70 % surge in energy cost pressures BUA Cement in Q1

The impact of soaring energy costs is biting hard on Nigerian manufacturers as BUA Cement records a 70.5 percent surge in energy costs, according to findings by BusinessDay.

Data gleaned from BUA cement’s latest financial statement showed the firm’s energy cost surged to N21.8 billion in the first quarter of 2022 from N12.8 billion in the same period last year.

This development impacted the company’s cost of sale which increased by 52.2 percent to N48.8 billion in the period under review from N32.1 billion in the same period last year.

“Nigeria would not be reeling so much from high diesel prices if there were reliable power supply, which speaks to the failure of the government,” said Jacques Piekarski, the company’s chief financial officer, who was pricing in a 25 percent hit on the Q1 profit of his firm.

Although the company recorded revenue growth of 58.5 percent to N96.9 billion in Q1 2022 from N61.2 billion recorded in the same period last year, the cost of sales incurred was half of its revenue.

This cost is reflected in BUA cement’s profit which grew by 48.2 percent in Q1 2022 to N33.1 billion from N22.4 billion in the same period last year, despite this surge in costs.

The profit margin of the cement company, which conveys the relative profitability of a firm or business activity by accounting for the costs involved in producing and selling goods was 34 percent.

Read also: FMDQ Exchange welcomes BUA Cement’s N115bn bond, largest in Nigerian debt market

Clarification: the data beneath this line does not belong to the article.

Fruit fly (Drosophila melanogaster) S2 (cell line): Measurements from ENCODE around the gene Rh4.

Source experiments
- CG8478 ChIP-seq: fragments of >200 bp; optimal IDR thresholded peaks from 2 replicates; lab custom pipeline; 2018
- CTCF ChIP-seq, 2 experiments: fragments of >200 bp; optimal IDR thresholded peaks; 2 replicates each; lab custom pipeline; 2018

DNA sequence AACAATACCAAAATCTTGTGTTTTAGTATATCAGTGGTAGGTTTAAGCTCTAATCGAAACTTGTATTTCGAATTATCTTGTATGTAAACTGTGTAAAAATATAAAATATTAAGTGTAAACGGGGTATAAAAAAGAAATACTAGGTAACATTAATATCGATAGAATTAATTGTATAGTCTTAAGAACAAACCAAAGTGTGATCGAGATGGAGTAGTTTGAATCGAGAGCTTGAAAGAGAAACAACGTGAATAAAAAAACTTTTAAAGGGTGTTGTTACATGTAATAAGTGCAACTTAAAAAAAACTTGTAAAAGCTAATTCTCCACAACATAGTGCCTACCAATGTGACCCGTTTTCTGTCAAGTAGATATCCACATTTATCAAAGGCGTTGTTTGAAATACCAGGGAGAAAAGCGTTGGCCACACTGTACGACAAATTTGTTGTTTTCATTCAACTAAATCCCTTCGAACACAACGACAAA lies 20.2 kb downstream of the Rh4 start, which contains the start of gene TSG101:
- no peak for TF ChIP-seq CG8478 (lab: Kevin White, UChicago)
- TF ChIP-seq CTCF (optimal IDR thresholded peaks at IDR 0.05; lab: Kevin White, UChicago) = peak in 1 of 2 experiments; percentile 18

Power accounts for as much as 40 percent of factories’ costs in Nigeria, according to the Manufacturers Association of Nigeria.

However, the poor power supply in the country and the constant collapse of the power grid led to these companies relying on alternative sources of power.

The national power grid collapsed six times this year, causing blackouts.

Meanwhile, from a January average of N288 per litre, the price of diesel has more than doubled to N700 in Nigeria, causing widespread anxiety for businesses that rely on the product to power generators that make up for the historically unstable power supply.

Unlike petrol, the government does not subsidize diesel imports, with the price changes mirroring the Russia-Ukraine war.

These rising energy costs are also affecting other companies in the country.

Michael Olawale-Cole, president of Lagos Chamber of Commerce and Industry (LCCI), said the lingering Russia-Ukraine war has triggered a positive oil price shock with spillover effects on operating costs, raw materials, and inflation, with the potential implication of shrinking production of goods and services, especially for manufacturing and agriculture.

“With the cost of diesel at record levels and persisting poor power supply, businesses are running on unsustainable costs and producing at uncompetitive prices, this can lead to job losses as output is constrained due to the unbearable cost of production,” he said.

Segun Ajayi-Kadir, director-general, Manufacturers Association of Nigeria, said some of these implications are the continuous increase in production cost, which will affect productivity and profitability, leading to the possible closure of manufacturing firms; increase in unemployment, and reduction in government tax revenue.

Get real time updates directly on you device, subscribe now.